Poised in our saddle preparing for the afternoon brace, I couldn’t help but reflect on this unique American tradition that’s over 120 years old. The very first National Championship was run in West Point, Mississippi in 1898; that was the inchoate forerunner of what Bart and I were witnessing today. A lot has changed over that time but the “My dog is better than your dog” aphorism remains the same.

This afternoon under still soggy conditions S F Bandwagon, handled by Larry Huffman, battled Touch’s Spaceman with Randy Anderson. Again the conditions were not the best, but there was improvement over the morning race. S F Bandwagon had a find at the 27-minute mark and again at 1:37; a couple unproductives forced a pickup at about 1:45.

Your eyes and ears perk when you see the Touch’s prefix and so the gallery was tuned into what this Keith Wright bred pointer might produce — last year Spaceman finished the three hours with five finds. On this wet afternoon Spaceman didn’t have his first find until 54 minutes in and his second at 1:23; he was in harness after a breach of manners at 1:35.

Bart and I felt the paucity of points this day was probably weather-related, and it even seemed to affect the dogs’ range as well. “The dogs worked very hard,” explained Bart, “and they are so well trained they know what’s expected of them. They all ran to likely cover and rolled down the edges but I think the adverse conditions won the day.”

We awoke Tuesday to much improved weather. We did not ride this day, but were told of a great morning by last year’s champ Dunn’s Tried’n True and handler Luke Eisenhart — eight finds and a strong finish.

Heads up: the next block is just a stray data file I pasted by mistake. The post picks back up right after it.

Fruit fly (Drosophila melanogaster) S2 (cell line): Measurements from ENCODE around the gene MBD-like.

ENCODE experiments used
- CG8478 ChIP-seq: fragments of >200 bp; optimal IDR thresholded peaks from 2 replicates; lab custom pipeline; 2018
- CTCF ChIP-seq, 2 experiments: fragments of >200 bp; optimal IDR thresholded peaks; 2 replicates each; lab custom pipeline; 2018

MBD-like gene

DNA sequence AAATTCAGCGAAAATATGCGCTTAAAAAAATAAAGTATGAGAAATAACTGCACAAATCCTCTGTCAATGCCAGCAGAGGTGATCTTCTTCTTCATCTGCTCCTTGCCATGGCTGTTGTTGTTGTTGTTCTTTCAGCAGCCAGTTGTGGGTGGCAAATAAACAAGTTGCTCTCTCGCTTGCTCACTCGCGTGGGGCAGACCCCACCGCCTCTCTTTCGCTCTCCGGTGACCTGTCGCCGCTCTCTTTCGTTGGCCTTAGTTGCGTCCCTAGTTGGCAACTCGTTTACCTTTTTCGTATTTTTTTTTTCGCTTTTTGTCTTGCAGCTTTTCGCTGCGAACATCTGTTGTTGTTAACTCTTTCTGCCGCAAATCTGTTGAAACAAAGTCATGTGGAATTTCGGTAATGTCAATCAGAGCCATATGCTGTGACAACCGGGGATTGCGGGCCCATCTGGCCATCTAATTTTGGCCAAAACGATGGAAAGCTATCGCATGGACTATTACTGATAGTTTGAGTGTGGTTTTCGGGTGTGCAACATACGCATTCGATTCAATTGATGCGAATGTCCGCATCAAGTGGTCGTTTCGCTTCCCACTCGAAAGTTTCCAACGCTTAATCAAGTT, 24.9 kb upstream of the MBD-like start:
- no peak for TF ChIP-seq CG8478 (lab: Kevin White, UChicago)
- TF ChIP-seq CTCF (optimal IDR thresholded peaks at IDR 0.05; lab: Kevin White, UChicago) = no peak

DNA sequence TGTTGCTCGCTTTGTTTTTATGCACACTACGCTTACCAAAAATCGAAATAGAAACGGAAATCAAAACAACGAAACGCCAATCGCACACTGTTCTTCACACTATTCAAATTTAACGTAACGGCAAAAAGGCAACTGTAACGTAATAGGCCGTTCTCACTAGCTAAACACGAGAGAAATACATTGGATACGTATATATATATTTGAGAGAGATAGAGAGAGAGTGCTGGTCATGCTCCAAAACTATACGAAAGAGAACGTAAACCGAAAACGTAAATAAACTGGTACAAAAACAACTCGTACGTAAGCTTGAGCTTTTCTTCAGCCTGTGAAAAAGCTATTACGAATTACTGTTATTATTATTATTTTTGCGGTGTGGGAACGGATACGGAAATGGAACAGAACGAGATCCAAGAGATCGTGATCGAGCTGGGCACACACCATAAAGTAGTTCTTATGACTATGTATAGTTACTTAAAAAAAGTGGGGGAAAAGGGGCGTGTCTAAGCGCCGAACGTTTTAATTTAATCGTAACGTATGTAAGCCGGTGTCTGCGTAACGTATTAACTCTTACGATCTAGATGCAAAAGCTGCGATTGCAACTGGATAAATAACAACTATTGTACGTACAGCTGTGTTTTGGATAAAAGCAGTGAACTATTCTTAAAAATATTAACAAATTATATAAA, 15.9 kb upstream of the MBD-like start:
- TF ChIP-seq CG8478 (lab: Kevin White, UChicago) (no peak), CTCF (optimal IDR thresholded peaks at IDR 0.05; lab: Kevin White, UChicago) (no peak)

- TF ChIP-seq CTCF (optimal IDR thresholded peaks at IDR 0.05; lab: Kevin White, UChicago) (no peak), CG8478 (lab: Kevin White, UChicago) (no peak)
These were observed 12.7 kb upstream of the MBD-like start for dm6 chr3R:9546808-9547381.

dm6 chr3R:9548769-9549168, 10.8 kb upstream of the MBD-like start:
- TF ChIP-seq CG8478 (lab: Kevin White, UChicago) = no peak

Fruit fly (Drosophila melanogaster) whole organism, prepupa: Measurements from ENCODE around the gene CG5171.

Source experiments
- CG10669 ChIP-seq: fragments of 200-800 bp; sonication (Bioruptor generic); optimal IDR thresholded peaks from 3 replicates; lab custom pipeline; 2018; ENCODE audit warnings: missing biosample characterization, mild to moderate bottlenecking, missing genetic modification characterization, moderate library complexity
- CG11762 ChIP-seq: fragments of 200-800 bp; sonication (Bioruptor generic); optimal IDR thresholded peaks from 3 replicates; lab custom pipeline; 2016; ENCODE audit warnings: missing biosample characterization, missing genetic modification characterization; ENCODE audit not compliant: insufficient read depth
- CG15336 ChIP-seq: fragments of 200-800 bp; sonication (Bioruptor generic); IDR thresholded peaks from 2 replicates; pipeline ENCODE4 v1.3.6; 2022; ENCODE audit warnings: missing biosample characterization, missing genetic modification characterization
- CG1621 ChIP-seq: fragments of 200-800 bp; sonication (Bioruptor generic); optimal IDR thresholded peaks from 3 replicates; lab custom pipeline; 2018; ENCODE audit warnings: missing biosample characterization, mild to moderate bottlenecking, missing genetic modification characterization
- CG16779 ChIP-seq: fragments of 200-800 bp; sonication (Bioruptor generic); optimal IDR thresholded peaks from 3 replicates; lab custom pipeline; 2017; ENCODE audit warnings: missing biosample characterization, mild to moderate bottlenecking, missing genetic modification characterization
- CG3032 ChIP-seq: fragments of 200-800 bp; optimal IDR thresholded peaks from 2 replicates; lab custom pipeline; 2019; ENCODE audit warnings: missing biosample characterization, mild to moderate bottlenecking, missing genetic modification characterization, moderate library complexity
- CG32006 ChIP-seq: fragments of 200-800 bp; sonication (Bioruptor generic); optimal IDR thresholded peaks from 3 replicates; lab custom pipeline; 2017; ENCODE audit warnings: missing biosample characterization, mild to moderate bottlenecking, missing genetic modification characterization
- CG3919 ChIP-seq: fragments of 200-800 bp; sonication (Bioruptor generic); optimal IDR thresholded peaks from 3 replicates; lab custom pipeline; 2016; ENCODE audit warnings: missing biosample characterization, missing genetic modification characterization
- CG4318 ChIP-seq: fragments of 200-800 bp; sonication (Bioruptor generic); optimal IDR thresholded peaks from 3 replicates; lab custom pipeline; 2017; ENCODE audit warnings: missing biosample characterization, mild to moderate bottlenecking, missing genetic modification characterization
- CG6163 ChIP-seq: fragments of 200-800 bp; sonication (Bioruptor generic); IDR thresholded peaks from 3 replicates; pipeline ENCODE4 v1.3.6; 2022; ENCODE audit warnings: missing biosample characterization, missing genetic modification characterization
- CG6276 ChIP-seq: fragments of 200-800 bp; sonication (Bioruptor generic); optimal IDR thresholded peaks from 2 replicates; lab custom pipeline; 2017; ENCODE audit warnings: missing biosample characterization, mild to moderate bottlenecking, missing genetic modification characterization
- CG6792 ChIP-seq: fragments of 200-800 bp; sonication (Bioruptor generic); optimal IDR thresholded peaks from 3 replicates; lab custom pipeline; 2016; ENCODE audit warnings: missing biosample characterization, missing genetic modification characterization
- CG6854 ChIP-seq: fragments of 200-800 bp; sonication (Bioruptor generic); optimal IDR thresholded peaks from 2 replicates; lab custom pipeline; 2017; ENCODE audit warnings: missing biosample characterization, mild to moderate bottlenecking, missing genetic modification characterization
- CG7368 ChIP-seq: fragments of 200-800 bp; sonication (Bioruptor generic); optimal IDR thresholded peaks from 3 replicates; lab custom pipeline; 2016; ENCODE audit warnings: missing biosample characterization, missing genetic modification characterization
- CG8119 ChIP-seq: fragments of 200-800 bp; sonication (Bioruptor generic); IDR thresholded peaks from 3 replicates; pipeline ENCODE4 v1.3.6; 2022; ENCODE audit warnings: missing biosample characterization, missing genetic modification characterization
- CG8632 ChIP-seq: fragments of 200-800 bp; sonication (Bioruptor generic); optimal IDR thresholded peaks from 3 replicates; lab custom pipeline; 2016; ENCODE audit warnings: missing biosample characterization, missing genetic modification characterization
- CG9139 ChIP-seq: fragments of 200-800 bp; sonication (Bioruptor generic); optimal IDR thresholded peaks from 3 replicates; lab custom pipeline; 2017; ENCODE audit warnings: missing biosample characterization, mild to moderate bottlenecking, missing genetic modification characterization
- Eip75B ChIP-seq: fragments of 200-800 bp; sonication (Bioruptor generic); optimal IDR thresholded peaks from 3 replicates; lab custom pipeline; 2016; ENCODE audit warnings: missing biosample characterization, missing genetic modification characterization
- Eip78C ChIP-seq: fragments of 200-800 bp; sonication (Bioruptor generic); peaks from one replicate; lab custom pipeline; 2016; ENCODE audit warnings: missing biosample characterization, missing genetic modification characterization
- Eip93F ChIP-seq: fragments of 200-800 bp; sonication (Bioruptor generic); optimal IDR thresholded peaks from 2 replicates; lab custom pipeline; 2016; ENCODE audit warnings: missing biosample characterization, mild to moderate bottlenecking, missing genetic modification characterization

In the afternoon Dominator’s Rebel Heir, handled by Jamie Daniels, had a likewise five-star performance — again with eight finds a strong forward race. The first Tuesday’s tours de force performances set the bar high for the rest of the Championship.

The improved weather conditions no doubt played a part, but never underestimate the great dogs the handlers have developed. “These dogs are like NFL athletes,” insisted my erstwhile football coach partner. “They are not just incredibly talented,” noted Bart, “but they’re in amazing condition — they’re pure muscle.”

We were up early Wednesday to beat a big wet weather front that was moving in and subsequently forced cancellation of the braces for the day. We had plenty of time to reflect on the journey which we thoroughly enjoyed. To Bart it was an epiphany moment, “Those dog performances take what I have known about bird dogs to a whole new level. This is not just about finding and pointing a bird. This is about extreme physical excellence.” No doubt about it!

We also agreed that the caliber of individuals and bird dogs in this arena can never, in just few short days, be fully appreciated or apprehended; but what they represent definitely can be. The late sportscaster Howard Cosell perfectly encapsulated what we witnessed on this journey when he observed, “No matter what your level of sophistication, just remember — excellence is usually obvious.”

This journey was proof of that.